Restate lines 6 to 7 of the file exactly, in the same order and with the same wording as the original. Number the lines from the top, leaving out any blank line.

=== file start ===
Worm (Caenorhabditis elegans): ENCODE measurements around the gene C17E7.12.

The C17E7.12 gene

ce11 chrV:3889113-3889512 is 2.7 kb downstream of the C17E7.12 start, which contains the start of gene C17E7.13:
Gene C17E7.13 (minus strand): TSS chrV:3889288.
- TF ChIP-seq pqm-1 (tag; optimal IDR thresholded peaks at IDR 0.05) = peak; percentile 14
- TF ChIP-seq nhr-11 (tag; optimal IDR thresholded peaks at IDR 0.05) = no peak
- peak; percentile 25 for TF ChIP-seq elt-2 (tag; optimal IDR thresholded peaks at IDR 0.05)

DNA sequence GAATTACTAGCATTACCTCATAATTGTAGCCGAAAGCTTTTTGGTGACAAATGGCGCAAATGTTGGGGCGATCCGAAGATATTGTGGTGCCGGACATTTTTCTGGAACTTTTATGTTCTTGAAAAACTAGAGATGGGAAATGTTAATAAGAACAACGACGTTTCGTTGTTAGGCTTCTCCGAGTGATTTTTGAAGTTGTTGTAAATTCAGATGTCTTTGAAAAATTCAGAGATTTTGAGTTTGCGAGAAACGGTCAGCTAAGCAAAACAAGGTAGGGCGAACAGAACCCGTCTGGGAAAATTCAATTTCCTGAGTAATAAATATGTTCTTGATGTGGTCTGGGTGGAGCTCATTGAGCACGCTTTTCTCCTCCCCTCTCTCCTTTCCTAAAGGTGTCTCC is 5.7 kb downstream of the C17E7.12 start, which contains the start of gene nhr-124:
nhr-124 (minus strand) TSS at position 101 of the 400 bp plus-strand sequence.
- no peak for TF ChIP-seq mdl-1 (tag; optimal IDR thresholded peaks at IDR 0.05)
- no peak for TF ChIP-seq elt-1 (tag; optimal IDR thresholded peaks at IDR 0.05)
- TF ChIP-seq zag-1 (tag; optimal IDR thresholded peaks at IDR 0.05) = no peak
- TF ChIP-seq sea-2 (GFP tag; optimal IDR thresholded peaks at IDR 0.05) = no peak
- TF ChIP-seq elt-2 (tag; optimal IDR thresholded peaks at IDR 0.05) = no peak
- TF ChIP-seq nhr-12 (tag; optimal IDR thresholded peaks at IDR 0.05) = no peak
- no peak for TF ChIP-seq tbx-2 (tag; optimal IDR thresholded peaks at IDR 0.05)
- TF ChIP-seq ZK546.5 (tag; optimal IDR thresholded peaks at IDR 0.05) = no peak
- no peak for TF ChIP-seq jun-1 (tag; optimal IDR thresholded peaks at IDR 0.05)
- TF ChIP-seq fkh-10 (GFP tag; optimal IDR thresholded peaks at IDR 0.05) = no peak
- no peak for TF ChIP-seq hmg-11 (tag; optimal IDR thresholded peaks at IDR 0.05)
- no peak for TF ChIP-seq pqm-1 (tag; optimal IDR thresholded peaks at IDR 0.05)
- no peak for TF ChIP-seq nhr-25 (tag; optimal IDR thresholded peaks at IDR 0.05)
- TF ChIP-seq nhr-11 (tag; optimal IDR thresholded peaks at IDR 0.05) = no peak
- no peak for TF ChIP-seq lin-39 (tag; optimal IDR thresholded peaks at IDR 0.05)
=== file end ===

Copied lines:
- TF ChIP-seq nhr-11 (tag; optimal IDR thresholded peaks at IDR 0.05) = no peak
- peak; percentile 25 for TF ChIP-seq elt-2 (tag; optimal IDR thresholded peaks at IDR 0.05)